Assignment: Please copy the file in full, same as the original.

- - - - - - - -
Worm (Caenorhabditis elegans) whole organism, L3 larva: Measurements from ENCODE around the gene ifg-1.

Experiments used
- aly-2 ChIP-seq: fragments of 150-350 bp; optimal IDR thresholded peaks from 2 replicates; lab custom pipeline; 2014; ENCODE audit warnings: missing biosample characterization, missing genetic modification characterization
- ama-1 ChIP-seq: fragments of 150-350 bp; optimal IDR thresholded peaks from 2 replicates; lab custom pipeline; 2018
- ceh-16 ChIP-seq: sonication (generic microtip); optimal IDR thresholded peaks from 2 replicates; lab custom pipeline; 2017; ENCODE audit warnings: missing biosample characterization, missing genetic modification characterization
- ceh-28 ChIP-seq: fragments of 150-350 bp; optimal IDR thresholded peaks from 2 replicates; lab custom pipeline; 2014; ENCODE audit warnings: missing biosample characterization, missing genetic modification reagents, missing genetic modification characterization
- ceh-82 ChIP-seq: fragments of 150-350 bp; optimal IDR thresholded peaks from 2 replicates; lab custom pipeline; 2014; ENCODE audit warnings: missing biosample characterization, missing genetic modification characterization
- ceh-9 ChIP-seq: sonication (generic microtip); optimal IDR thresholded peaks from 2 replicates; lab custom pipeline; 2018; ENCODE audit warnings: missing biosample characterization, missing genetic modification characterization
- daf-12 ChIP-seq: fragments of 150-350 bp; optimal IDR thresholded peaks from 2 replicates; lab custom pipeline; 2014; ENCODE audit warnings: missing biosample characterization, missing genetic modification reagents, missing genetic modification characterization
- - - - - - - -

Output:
Worm (Caenorhabditis elegans) whole organism, L3 larva: Measurements from ENCODE around the gene ifg-1.

Experiments used
- aly-2 ChIP-seq: fragments of 150-350 bp; optimal IDR thresholded peaks from 2 replicates; lab custom pipeline; 2014; ENCODE audit warnings: missing biosample characterization, missing genetic modification characterization
- ama-1 ChIP-seq: fragments of 150-350 bp; optimal IDR thresholded peaks from 2 replicates; lab custom pipeline; 2018
- ceh-16 ChIP-seq: sonication (generic microtip); optimal IDR thresholded peaks from 2 replicates; lab custom pipeline; 2017; ENCODE audit warnings: missing biosample characterization, missing genetic modification characterization
- ceh-28 ChIP-seq: fragments of 150-350 bp; optimal IDR thresholded peaks from 2 replicates; lab custom pipeline; 2014; ENCODE audit warnings: missing biosample characterization, missing genetic modification reagents, missing genetic modification characterization
- ceh-82 ChIP-seq: fragments of 150-350 bp; optimal IDR thresholded peaks from 2 replicates; lab custom pipeline; 2014; ENCODE audit warnings: missing biosample characterization, missing genetic modification characterization
- ceh-9 ChIP-seq: sonication (generic microtip); optimal IDR thresholded peaks from 2 replicates; lab custom pipeline; 2018; ENCODE audit warnings: missing biosample characterization, missing genetic modification characterization
- daf-12 ChIP-seq: fragments of 150-350 bp; optimal IDR thresholded peaks from 2 replicates; lab custom pipeline; 2014; ENCODE audit warnings: missing biosample characterization, missing genetic modification reagents, missing genetic modification characterization